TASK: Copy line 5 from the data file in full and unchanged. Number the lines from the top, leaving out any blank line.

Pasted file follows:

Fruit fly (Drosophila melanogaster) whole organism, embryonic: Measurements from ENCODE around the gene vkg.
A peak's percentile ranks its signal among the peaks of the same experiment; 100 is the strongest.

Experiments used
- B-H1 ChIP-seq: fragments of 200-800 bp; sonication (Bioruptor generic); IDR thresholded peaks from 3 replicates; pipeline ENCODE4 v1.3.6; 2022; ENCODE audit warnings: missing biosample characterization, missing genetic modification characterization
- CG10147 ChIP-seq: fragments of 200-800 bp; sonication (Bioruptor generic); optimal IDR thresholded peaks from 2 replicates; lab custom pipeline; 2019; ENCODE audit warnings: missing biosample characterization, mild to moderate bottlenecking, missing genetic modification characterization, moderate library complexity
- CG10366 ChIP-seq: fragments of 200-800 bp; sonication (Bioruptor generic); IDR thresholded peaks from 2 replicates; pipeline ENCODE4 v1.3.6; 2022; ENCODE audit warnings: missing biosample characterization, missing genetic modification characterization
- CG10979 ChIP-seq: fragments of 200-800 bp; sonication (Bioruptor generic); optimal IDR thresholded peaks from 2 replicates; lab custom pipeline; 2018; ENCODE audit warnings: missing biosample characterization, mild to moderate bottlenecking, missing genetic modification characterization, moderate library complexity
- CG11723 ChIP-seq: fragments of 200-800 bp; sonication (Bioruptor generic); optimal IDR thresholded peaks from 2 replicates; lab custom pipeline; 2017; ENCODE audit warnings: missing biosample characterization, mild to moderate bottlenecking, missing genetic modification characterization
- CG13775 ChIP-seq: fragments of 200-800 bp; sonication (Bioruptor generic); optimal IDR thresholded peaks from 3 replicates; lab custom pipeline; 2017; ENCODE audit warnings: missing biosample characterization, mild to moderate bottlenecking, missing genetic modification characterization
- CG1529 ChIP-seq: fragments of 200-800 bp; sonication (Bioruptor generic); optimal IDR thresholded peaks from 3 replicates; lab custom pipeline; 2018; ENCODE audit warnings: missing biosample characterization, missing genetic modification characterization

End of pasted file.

- CG10147 ChIP-seq: fragments of 200-800 bp; sonication (Bioruptor generic); optimal IDR thresholded peaks from 2 replicates; lab custom pipeline; 2019; ENCODE audit warnings: missing biosample characterization, mild to moderate bottlenecking, missing genetic modification characterization, moderate library complexity